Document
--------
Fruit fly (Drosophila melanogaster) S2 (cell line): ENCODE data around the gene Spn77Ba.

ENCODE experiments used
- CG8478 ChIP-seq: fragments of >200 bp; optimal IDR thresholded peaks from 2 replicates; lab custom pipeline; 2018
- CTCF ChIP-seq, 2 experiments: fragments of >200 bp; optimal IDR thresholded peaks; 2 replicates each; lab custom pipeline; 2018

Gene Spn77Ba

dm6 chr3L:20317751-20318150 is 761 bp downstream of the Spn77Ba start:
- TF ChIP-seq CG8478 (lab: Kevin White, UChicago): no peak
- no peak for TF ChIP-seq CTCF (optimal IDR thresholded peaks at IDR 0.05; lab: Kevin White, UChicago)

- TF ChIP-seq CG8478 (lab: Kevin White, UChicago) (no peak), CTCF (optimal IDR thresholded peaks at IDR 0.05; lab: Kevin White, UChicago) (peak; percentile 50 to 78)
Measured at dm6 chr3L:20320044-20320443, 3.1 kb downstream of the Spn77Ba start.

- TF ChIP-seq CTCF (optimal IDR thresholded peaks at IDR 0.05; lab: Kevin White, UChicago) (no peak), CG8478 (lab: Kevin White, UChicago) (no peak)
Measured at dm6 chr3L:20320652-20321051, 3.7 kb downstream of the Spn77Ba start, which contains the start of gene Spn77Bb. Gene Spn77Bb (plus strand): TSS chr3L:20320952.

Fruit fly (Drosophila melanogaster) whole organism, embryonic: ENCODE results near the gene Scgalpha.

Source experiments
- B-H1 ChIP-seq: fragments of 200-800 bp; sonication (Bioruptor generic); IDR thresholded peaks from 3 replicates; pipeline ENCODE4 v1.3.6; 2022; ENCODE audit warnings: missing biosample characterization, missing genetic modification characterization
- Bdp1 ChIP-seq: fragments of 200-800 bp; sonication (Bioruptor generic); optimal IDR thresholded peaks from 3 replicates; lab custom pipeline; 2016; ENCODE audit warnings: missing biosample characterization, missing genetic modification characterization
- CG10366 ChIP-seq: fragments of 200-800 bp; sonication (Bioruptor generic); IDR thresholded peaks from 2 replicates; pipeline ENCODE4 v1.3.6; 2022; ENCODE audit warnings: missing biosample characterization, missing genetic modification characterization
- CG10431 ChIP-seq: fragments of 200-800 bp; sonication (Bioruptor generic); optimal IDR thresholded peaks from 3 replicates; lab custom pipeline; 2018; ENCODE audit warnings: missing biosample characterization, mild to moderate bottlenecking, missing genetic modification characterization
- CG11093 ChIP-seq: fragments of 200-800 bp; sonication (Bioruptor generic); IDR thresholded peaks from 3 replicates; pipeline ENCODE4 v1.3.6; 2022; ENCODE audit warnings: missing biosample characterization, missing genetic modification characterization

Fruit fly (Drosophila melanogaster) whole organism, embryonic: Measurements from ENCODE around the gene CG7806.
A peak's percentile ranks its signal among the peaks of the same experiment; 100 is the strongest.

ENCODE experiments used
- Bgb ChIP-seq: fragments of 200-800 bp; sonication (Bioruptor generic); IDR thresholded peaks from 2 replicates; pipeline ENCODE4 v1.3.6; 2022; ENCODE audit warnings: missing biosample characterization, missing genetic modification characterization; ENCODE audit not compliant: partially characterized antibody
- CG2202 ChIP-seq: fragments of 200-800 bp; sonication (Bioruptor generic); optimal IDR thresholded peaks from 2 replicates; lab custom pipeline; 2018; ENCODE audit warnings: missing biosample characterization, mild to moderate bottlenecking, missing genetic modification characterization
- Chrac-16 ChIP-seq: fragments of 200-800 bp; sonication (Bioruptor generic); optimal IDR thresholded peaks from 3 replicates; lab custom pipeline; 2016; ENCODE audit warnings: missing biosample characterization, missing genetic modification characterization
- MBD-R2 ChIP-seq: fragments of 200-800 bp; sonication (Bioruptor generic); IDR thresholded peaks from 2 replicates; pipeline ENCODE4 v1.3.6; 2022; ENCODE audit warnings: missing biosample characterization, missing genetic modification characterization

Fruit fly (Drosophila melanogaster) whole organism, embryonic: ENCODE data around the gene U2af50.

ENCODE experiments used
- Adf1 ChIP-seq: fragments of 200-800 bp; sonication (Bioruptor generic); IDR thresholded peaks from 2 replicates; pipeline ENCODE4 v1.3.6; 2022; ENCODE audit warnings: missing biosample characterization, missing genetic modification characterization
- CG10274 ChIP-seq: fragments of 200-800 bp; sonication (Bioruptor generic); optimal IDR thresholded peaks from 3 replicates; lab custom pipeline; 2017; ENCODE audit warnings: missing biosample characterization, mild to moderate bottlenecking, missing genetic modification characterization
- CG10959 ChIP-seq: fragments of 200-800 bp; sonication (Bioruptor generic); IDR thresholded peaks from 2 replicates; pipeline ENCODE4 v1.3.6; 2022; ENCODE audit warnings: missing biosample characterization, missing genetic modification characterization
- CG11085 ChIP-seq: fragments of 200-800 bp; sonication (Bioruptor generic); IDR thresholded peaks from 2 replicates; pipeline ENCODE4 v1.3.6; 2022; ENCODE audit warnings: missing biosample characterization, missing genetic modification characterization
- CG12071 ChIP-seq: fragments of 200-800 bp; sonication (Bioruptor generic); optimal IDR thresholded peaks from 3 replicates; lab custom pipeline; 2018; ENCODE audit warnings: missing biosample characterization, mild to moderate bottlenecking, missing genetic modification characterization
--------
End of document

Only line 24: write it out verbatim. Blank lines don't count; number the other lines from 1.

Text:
- CG2202 ChIP-seq: fragments of 200-800 bp; sonication (Bioruptor generic); optimal IDR thresholded peaks from 2 replicates; lab custom pipeline; 2018; ENCODE audit warnings: missing biosample characterization, mild to moderate bottlenecking, missing genetic modification characterization